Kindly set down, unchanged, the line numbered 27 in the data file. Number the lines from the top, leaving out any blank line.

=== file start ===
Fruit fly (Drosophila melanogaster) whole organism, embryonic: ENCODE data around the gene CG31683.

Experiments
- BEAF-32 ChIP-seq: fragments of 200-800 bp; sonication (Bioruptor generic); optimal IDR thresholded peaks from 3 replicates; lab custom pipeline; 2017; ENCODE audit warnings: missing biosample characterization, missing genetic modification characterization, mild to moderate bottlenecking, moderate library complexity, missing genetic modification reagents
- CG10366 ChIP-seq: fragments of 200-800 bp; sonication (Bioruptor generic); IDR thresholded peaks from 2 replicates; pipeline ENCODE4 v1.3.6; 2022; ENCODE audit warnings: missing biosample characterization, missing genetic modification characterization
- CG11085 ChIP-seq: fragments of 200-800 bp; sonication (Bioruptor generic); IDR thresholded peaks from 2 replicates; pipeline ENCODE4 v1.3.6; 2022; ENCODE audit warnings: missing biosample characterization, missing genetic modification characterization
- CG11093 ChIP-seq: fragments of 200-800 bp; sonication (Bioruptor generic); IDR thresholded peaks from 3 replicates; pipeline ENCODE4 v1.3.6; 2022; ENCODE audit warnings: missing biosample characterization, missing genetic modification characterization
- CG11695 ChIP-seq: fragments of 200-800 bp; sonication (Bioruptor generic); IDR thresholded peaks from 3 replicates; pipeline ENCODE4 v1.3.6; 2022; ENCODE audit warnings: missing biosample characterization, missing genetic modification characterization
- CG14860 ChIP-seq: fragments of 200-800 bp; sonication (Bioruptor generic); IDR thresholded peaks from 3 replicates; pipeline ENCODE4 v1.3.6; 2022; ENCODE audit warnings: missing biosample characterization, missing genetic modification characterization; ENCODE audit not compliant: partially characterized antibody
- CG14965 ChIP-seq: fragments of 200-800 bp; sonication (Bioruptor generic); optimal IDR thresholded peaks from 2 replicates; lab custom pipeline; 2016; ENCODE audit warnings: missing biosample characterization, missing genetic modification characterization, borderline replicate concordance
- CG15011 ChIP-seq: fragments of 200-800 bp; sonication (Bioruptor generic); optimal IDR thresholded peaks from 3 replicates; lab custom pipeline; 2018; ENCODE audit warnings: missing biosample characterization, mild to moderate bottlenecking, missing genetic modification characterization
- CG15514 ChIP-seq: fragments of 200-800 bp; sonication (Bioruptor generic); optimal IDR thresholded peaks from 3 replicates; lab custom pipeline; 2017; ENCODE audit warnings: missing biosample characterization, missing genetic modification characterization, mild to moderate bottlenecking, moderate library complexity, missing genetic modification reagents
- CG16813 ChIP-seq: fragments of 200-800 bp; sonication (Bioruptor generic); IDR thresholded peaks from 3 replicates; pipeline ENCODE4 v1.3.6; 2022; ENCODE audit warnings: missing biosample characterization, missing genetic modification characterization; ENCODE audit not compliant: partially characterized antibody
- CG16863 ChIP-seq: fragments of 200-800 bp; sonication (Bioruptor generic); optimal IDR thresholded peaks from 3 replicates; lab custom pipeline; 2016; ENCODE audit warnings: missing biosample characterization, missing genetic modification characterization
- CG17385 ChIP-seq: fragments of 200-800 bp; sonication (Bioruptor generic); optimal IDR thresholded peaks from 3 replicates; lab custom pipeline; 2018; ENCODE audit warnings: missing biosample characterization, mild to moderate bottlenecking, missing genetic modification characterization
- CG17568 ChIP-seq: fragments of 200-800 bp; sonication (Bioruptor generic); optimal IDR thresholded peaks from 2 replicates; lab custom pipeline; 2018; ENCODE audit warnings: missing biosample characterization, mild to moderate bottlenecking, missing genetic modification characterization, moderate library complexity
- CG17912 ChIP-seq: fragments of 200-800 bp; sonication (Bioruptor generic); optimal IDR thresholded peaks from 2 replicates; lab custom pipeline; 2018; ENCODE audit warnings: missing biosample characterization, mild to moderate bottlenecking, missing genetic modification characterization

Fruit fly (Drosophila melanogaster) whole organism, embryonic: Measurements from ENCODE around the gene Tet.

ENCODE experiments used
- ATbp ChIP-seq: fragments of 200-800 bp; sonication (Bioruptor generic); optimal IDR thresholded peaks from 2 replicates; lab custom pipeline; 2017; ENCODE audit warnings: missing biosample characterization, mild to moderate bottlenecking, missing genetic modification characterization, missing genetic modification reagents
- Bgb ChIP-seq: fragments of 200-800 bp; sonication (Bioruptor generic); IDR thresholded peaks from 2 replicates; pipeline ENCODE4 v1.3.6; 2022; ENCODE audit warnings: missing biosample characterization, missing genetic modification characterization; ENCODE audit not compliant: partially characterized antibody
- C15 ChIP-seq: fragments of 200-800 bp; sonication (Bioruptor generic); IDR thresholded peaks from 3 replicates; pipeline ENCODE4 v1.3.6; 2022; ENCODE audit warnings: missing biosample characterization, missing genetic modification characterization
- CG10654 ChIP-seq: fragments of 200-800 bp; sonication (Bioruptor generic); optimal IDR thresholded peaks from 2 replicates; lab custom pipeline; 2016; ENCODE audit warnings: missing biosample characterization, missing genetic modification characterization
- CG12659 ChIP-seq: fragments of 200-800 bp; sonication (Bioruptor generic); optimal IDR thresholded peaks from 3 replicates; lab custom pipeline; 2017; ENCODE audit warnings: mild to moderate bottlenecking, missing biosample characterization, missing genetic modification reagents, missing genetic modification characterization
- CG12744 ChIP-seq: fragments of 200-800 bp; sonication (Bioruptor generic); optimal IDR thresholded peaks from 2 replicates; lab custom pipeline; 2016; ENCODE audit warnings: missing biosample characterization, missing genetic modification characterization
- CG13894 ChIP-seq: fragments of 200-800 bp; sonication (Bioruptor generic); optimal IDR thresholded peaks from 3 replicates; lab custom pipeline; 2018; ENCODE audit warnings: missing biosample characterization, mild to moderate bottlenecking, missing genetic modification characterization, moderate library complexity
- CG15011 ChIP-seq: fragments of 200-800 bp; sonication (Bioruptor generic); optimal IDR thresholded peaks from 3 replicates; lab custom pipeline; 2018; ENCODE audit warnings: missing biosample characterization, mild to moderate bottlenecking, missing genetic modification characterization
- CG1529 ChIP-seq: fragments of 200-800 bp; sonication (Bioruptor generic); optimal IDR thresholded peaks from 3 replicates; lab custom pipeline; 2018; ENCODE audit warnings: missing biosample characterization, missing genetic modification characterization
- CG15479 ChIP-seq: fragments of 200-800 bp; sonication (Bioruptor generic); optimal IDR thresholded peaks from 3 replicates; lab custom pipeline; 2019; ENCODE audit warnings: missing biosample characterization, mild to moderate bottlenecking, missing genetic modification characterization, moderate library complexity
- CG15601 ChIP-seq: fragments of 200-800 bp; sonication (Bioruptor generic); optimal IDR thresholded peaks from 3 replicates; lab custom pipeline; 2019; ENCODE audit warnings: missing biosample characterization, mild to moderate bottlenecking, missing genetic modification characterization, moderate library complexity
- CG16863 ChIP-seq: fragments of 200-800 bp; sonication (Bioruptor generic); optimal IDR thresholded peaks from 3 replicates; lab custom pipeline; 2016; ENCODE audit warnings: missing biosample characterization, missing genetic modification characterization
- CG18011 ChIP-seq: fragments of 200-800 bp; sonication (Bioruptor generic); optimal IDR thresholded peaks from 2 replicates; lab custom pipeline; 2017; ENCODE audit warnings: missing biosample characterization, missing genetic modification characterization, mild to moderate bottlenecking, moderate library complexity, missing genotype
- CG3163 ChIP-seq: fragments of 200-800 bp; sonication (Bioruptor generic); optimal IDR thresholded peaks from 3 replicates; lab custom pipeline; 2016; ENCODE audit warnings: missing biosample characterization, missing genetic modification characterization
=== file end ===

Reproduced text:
- CG1529 ChIP-seq: fragments of 200-800 bp; sonication (Bioruptor generic); optimal IDR thresholded peaks from 3 replicates; lab custom pipeline; 2018; ENCODE audit warnings: missing biosample characterization, missing genetic modification characterization